MOST PEOPLE might focus on the immense gap between a poor Indian village and the Blackberry and Palm Pilot culture of Northern Virginia. However, Chopra’s vision is based on the connections he sees running between them. Wireless technology does not exemplify the gap between developed and developing worlds, rather, it is the bond that is connecting them more and more tightly.
Information technology allows Chopra to talk about an uneducated workforce in the Himalayas the same way he talks about an uneducated workforce in the Blue Ridge. "What is the role for the uneducated worker in the 21st century economy?" Chopra asks. "I believe there is gold buried in them there hills." He described 1000 people in Lebanon, VA who applied for 15 jobs. Inevitably in these situations, qualified people are overlooked. "Are you passing up someone who could actually be a tremendous player in your company?.. How do we mine all of Virginians for the talent and capacity to succeed in the 21st century economy? I don’t have answers, but I’ll give you a window in my mind." He said that when Tata, a consultant company in India, ran out of credentialed workers, they created an aptitude test that would screen people for the ability to learn to do the work, not the names on their resume. Tata then created a 72 day training program that would leave any worker qualified when they came out.
He said American companies must adopt this model. He asked if anyone had ever heard of Kent Murphy, a man who did not graduate from high school and was working as a janitor at a company in Blacksburg called IIT, which manufactured night vision goggles. Inspired by the technology he saw around him, and apparently a genius, Murphy applied for several grants and now owns Luna Innovations, a research and development company that mines academic research and finds ways to commercialize it. Luna is now involved heavily in nanotechnology. It will be going public soon and is expected to be worth tens, if not hundreds, of millions of dollars. Chopra made the point that unless the state continues to find ways of looking beyond the resume of people like Murphy, they could spend their lives mopping hallways, and the economy will miss out on the growth they could be helping to create.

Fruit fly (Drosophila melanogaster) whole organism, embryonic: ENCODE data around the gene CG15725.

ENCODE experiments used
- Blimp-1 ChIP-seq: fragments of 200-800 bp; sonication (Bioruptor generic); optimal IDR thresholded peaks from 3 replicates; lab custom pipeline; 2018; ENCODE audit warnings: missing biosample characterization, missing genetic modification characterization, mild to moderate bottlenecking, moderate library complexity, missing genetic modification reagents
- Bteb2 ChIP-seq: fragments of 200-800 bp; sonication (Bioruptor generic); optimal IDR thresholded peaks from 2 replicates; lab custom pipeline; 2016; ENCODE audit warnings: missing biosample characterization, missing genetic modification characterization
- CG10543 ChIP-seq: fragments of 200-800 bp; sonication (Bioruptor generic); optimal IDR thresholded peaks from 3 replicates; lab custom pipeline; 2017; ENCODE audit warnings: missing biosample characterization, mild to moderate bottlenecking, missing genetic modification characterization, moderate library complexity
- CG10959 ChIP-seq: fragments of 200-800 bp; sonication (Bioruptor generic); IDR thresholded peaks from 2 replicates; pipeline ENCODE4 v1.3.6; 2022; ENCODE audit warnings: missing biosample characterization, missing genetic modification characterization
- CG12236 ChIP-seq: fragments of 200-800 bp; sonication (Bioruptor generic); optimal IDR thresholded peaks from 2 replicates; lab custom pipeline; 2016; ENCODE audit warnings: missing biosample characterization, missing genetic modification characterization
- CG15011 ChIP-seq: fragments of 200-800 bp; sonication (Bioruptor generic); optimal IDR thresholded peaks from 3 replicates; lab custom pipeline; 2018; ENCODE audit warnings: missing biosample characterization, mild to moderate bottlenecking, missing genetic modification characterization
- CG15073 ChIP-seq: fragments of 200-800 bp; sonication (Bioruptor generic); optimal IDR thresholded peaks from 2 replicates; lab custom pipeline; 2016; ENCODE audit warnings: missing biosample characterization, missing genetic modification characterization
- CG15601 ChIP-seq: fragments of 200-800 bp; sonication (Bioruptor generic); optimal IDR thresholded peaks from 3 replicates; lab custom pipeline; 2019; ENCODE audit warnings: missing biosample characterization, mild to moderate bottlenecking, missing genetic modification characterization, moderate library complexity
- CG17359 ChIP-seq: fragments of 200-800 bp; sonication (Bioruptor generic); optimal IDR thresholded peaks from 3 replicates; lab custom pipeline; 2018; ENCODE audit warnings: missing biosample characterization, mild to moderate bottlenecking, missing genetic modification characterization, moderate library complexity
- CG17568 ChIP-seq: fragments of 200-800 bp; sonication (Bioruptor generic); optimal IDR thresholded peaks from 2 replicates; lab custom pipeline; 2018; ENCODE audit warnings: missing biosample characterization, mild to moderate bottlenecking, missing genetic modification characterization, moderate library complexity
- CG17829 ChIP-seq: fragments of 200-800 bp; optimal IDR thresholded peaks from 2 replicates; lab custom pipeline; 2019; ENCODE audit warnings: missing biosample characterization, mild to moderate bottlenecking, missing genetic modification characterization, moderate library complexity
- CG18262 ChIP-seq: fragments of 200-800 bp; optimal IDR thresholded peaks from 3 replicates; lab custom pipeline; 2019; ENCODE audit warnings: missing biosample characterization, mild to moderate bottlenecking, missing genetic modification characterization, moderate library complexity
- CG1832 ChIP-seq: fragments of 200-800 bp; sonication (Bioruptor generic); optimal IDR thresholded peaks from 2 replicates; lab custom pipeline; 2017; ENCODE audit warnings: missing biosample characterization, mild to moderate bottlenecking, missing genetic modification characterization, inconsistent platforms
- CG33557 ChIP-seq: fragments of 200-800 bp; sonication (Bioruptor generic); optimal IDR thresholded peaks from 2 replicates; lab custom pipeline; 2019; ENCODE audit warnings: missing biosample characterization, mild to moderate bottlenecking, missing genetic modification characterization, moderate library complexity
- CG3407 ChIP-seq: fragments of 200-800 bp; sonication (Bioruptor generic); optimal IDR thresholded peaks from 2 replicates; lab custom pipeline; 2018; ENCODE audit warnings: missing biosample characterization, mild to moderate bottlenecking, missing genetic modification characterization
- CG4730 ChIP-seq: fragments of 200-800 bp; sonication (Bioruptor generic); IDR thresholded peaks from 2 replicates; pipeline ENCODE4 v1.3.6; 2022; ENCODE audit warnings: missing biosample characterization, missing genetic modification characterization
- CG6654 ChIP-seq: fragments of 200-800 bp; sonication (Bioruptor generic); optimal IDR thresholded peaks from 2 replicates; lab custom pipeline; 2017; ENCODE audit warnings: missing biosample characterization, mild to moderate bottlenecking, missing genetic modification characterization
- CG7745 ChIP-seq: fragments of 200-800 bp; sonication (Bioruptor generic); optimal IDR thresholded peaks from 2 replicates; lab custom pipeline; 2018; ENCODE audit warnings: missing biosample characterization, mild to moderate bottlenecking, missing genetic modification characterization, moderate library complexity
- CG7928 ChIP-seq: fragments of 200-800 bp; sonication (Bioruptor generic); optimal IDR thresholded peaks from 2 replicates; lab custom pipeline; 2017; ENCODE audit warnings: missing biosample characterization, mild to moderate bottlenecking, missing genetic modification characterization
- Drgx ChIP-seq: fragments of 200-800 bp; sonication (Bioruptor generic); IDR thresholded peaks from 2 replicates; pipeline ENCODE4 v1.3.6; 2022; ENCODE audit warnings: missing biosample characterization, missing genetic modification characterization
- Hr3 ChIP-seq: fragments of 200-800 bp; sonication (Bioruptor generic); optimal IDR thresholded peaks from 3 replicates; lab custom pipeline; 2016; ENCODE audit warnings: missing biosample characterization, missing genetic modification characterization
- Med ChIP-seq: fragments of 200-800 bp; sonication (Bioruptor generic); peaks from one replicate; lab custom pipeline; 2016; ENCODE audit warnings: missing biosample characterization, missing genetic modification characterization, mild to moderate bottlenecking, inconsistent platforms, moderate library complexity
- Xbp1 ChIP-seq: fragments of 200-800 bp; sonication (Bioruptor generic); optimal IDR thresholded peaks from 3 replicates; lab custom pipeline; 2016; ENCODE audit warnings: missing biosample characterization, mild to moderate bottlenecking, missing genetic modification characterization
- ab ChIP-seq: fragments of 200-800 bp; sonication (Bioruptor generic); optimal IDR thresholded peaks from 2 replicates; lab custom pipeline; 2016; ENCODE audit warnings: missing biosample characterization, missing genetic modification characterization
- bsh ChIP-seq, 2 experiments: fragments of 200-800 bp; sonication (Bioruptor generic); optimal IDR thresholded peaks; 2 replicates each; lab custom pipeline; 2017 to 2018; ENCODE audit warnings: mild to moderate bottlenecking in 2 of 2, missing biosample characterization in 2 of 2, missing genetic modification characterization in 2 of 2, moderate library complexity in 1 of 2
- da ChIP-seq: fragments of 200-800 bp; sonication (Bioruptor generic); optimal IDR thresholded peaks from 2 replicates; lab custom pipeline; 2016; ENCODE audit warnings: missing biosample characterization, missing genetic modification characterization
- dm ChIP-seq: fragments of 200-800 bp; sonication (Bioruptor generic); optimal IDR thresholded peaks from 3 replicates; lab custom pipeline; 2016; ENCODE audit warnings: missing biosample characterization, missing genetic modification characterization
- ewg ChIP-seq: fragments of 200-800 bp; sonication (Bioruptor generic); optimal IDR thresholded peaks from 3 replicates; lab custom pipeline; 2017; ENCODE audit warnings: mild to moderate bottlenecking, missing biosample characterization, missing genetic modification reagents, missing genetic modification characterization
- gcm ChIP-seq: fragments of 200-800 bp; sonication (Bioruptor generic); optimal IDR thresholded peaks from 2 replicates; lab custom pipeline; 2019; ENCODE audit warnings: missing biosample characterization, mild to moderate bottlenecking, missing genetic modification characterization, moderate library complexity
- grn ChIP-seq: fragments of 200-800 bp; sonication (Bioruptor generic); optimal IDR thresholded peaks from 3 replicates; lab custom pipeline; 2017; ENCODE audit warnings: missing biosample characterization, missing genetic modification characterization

Chopra said everyone from janitors to CEO’s could benefit from the use of digital technology in medical databases. Currently, he said, only five percent of Virginia physicians have an electronic medical record that will alert them to any patient’s history of adverse drug events. He described this information access, or the lack of it, as "a leveling factor." Rich and poor, insured and uninsured are all affected equally by doctors’ and hospitals’ ability to consult their medical history in an emergency.
Datanet chose to sponsor Chopra’s speech exactly because of this topic. Its representative, Robert Nathan, described it as a technology company that provides health care technology to physicians’ management systems, such as electronic medical records, "basically automating the physician’s office and connecting it to the hospitals to eliminate redundancy." Datanet is planning to set up "a regional effort to integrate Inova with local physicians… We’re at the hub of information technology [in Fairfax] but we’re not implementing it," Nathan said.
Richard F. Neel, President of Southeast Fairfax Development Corporation, agreed that the region needs to take advantage of these opportunities. "Obviously Fairfax is a world leader in technology. It’s a major part of our economy. Here in South-East Fairfax we have tremendous opportunity to broaden the use of technology."